Monday, November 18, 2013

Super Serin and Hornsea highlights......17.11.2013.

After hearing on the Bird Information Services that the 1st winter male Serin was still present near Flamborough village on Saturday,Chris and myself headed up to the Yorkshire coast in search of this little Mediterranean stunner.The journey up was pretty trouble free apart from a few misty patches and as we arrived it was just beginning to get light properly.After having a quick drink and something to scoff we made our way around to the birds chosen weedy field.At first no birds were to be seen for the first 15 minutes,but after a little encouragement the bird immediately appeared flying around calling.It eventually settled again,but out of sight in the tall vegetation and was loosely associating with a small flock of about 20 Goldfinch.We patiently waited as the bird occasionally called and then suddenly the whole flock flew up did a couple of circuits and luckily this time landed in the hedge bordering the field.At last we managed some good views as the bird perched in full view showing his streaky plumage and yellowish ear covert surround and face,a little beauty!.We walked nearer and managed some better views before all the birds flew back into the field to feed.After enjoying these good views of the bird and after seeing a female Roe Deer in an adjacent field,we made our way back to the car,when a fellow birder called out a Firecrest.It was watched feeding with a tit flock in the tops of the trees on the edge of the Millennium wood and gave some nice views before disappearing again,a very nice bonus.After our great start to the day we decided to celebrate with a visit to the Cliff end had to be done.We planned to visit Hornsea for the rest of the day and that is were we headed next.The relatively short journey was only held up by the usual 'Sunday' drivers and on arrival at the main car park,the first goodie of our visit was seen a Black Swan...ahem!.We got the gear together and within 30 minutes we had seen the female Long-tailed Duck and 1 Great-white Egret and also a colour-ringed adult Black-headed Gull with the inscription Y20 on a white colour ring on it's Left leg,silver BTO ring on the right.The LTD we only managed distant views of all day,but the Egret showed pretty well and better was to come later.As we scanned around from Kirkholme Point we added a drake Goosander,10 Egyptian Geese and another Great-white Egret to the days sightings.The Egyptian Geese not being particularly common in E. Yorks.After watching the original GWE which was loafing on one of the islands it then flew and joined the second bird right in the far corner of the mere,two birds together was a first for both Chris and myself and was great to see.After spending a good hour from our viewpoint it was time for another cuppa and of course we had to have a cake as well,the cafe being well worth a visit in the future for the staff alone.We then made our way around to the far side of the mere and walk the fields to see what we could find.The first bird we saw as we walked through the gate was a cracking close flyby from one of the Great-white Egrets from earlier before it again disappeared later being seen perched atop one of the tall trees on one of the islands.Our walk along the fields revealed a single Chiffchaff feeding in one of the reedbeds and a single juv/1st winter Scaup flew in to join a mixed flock of Tufties and Pochard.As the afternoon progressed some decent numbers of gulls began to arrive to bathe and roost and Chris managed to pick out 2 Med Gulls,the first a 2nd winter bird flew in bathed and then flew north east out towards the sea,the second bird an adult flew in and remained on the mere to roost.It was great to see these two Meds and i always like to see them even if they are commoner nowadays.Much searching through the good numbers of larger gull species revealed nothing of note.As the light began to deteriorate we made our way back to the car after another great day out in this fine county.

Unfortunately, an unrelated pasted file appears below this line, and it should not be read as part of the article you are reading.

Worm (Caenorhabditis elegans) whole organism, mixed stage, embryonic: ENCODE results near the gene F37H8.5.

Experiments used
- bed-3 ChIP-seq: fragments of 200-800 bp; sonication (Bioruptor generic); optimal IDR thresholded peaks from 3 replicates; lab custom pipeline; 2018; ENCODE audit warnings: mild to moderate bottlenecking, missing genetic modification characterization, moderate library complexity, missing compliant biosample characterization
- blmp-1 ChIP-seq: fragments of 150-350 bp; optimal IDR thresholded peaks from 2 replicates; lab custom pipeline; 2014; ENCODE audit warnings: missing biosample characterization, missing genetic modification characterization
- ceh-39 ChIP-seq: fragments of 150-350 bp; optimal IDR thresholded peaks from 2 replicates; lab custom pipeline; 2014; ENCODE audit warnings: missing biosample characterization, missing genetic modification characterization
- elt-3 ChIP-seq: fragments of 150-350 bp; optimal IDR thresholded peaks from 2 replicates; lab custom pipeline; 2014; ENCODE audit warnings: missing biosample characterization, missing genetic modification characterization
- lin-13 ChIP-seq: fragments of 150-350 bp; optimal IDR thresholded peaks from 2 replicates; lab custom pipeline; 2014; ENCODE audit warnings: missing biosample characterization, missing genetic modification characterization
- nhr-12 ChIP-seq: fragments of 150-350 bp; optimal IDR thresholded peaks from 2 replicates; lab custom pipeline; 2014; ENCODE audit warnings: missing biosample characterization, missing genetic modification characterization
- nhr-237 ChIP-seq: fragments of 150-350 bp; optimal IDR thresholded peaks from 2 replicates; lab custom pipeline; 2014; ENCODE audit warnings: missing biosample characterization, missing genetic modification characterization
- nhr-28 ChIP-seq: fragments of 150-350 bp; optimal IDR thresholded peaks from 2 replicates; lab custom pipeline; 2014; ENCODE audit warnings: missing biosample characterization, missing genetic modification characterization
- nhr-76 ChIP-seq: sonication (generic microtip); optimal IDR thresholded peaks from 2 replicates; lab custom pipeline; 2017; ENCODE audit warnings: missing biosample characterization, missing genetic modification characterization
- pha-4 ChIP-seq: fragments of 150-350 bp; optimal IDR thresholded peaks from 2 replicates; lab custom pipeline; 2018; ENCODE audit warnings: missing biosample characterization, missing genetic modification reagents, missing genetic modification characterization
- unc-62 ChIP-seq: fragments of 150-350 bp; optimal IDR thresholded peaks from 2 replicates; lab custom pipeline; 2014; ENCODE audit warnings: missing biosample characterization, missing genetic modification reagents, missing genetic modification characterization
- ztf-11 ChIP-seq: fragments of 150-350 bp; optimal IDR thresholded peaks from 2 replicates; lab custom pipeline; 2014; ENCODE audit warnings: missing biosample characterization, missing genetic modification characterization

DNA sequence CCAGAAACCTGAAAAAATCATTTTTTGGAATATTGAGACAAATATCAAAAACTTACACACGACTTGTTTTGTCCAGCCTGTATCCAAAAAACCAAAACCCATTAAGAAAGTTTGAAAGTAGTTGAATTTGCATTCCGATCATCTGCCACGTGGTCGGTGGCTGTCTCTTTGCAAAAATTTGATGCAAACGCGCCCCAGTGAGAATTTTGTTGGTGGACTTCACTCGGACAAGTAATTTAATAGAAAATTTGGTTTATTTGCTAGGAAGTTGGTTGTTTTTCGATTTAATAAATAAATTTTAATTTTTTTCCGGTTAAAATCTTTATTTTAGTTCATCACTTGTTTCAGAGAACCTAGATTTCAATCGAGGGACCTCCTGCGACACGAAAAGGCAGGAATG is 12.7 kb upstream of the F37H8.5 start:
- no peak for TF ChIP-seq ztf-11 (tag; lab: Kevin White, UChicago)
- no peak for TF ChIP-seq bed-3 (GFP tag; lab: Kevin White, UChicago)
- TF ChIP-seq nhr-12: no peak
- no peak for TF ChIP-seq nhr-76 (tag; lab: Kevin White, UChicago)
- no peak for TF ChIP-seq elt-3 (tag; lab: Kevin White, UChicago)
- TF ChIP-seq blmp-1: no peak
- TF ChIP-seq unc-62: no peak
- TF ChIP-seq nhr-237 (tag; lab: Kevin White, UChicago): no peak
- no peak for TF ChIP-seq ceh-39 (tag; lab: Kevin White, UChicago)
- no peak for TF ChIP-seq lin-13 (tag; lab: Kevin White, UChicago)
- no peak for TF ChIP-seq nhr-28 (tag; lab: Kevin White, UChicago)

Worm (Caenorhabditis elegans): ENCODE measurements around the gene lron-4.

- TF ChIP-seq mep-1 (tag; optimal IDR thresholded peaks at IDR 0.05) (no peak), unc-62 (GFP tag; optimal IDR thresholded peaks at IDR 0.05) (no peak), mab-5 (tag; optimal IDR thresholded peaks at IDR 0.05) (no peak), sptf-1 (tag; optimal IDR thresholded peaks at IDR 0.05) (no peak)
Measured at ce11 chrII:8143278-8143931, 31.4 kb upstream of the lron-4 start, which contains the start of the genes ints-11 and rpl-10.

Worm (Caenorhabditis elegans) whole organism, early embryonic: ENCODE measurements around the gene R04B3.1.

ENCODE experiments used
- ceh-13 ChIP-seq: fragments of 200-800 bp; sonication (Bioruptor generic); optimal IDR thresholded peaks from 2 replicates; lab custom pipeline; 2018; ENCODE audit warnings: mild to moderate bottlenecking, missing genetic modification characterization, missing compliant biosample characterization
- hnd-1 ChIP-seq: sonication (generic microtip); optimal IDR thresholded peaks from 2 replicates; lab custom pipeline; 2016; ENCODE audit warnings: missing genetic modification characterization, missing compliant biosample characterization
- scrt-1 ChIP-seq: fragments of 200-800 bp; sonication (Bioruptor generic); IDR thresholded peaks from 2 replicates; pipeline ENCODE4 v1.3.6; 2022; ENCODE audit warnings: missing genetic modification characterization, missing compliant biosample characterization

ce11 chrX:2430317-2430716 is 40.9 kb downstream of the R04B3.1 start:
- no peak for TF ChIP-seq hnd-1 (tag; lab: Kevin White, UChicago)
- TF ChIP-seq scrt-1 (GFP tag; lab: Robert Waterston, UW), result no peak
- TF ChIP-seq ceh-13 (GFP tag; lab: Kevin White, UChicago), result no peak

1st winter Common Gull.

Record shot of one of the Great-white Egrets.

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